How often do your sales pursuits go cold? Do your nearly-closed opportunities ever drift to a silent stop? The prospect may have given you a reason that sounded legitimate, but was that really the reason, or was it because you didn’t have a good grasp of their needs? So often my clients tell me that when their client turned cold, the entire opportunity froze. Business is tough, and the work you do is important, but try not to get too cerebral and lose the opportunity. The next time you’re in hot pursuit of a big opportunity, turn up the softer side of business development and warm up your chances for sealing the deal.* Think about the following:
• Show passion. When a potential client makes a statement that could possibly signal an obstacle, listen intently, show that you can relate to what they’re saying, and empathize. Discuss, for instance, how you have assisted other clients in overcoming that same issue. Use poignant examples.
• Dig deeper. Often only the surface objection comes out, or the prospect gives an excuse that is easier to talk about than their real concern. Demonstrate your interest, ask more questions, and learn more about them, the specifics of the opportunity, and their needs. Find out what the real issue is; that way, you can properly address their concerns.
• Stay involved. If your prospect steps away, give them space and respect their choice. However, be proactive in thinking of them and their needs. Send them updates central to their goals, indicate that you care. Truly care. Don’t simply go through the motions.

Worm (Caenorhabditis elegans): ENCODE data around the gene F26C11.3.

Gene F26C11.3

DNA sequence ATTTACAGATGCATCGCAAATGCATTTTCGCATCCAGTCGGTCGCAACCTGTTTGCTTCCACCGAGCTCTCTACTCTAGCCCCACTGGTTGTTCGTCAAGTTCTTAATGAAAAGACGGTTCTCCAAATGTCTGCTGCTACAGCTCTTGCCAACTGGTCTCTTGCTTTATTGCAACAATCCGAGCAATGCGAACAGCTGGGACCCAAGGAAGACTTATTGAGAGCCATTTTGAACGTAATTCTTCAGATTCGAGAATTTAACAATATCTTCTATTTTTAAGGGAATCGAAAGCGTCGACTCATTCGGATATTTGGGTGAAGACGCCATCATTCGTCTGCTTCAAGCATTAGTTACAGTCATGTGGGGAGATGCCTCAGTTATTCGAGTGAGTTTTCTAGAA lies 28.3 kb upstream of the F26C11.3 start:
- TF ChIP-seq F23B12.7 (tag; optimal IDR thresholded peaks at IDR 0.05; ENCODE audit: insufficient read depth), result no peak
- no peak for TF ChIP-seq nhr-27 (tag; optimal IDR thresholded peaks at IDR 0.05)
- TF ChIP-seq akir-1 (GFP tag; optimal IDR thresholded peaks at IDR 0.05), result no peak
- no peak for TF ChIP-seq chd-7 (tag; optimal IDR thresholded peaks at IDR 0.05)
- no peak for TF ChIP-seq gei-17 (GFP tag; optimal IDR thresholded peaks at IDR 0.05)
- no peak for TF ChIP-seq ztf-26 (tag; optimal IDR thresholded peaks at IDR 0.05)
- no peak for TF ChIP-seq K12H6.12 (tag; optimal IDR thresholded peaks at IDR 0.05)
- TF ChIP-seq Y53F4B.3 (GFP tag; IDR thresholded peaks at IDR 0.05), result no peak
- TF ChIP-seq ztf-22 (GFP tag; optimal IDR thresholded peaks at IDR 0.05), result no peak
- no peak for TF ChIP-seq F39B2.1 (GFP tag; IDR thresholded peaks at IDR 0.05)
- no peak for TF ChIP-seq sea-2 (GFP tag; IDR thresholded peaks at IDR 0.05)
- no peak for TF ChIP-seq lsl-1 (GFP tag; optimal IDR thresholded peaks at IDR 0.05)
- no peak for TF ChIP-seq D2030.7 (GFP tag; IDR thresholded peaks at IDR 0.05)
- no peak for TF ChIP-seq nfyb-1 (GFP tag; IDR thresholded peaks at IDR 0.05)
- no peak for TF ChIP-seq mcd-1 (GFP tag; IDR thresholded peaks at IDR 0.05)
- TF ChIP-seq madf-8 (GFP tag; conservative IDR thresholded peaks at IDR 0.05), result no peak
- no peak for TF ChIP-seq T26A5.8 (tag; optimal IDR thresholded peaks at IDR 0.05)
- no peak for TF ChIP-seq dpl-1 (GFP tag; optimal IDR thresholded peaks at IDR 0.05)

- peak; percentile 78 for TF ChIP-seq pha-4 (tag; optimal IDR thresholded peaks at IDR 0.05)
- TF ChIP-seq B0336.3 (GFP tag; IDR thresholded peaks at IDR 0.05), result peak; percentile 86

• Build the relationship. Get to know your prospect, discover common points of interest, learn their history, and know where they’ve been so that you can better understand where they are now and where they need/want to go. Take a time-out from your hot pursuit and spend time getting to know them and what matters to them. This will help now and later.
• Be genuinely nice. You always need to be a diplomat, especially in a sophisticated selling process. The expression ”you can catch more flies with honey than vinegar” is true. If you aren’t pleasant, no one will want to be around you – much less do business with you. Being genuine is important, because artificial can be smelled from a mile away.
Warm up your targets with your right brain’s talents. Done correctly, soft is actually a very smart approach.
* Know when to say when if someone really doesn’t want or need your service or offering. Some ”opportunities” just aren’t worth pursuing.